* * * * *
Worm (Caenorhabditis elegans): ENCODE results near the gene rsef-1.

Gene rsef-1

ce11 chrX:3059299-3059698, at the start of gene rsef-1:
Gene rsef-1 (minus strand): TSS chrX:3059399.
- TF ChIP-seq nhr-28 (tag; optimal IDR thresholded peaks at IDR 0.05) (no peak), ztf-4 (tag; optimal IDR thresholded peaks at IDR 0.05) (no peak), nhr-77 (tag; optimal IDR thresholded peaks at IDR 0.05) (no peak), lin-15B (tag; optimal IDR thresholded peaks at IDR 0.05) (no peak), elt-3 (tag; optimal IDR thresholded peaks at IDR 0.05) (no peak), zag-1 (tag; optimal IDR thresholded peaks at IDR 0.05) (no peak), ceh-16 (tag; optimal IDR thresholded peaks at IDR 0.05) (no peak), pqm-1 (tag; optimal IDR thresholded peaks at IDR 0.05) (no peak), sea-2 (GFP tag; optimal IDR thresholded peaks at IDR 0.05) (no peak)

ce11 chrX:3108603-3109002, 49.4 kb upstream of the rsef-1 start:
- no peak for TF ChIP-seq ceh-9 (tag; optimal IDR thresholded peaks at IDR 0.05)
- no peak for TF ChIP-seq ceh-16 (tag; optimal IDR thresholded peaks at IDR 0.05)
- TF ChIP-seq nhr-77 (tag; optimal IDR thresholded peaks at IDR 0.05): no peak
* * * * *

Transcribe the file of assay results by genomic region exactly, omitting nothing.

Worm (Caenorhabditis elegans): ENCODE results near the gene rsef-1.

Gene rsef-1

ce11 chrX:3059299-3059698, at the start of gene rsef-1:
Gene rsef-1 (minus strand): TSS chrX:3059399.
- TF ChIP-seq nhr-28 (tag; optimal IDR thresholded peaks at IDR 0.05) (no peak), ztf-4 (tag; optimal IDR thresholded peaks at IDR 0.05) (no peak), nhr-77 (tag; optimal IDR thresholded peaks at IDR 0.05) (no peak), lin-15B (tag; optimal IDR thresholded peaks at IDR 0.05) (no peak), elt-3 (tag; optimal IDR thresholded peaks at IDR 0.05) (no peak), zag-1 (tag; optimal IDR thresholded peaks at IDR 0.05) (no peak), ceh-16 (tag; optimal IDR thresholded peaks at IDR 0.05) (no peak), pqm-1 (tag; optimal IDR thresholded peaks at IDR 0.05) (no peak), sea-2 (GFP tag; optimal IDR thresholded peaks at IDR 0.05) (no peak)

ce11 chrX:3108603-3109002, 49.4 kb upstream of the rsef-1 start:
- no peak for TF ChIP-seq ceh-9 (tag; optimal IDR thresholded peaks at IDR 0.05)
- no peak for TF ChIP-seq ceh-16 (tag; optimal IDR thresholded peaks at IDR 0.05)
- TF ChIP-seq nhr-77 (tag; optimal IDR thresholded peaks at IDR 0.05): no peak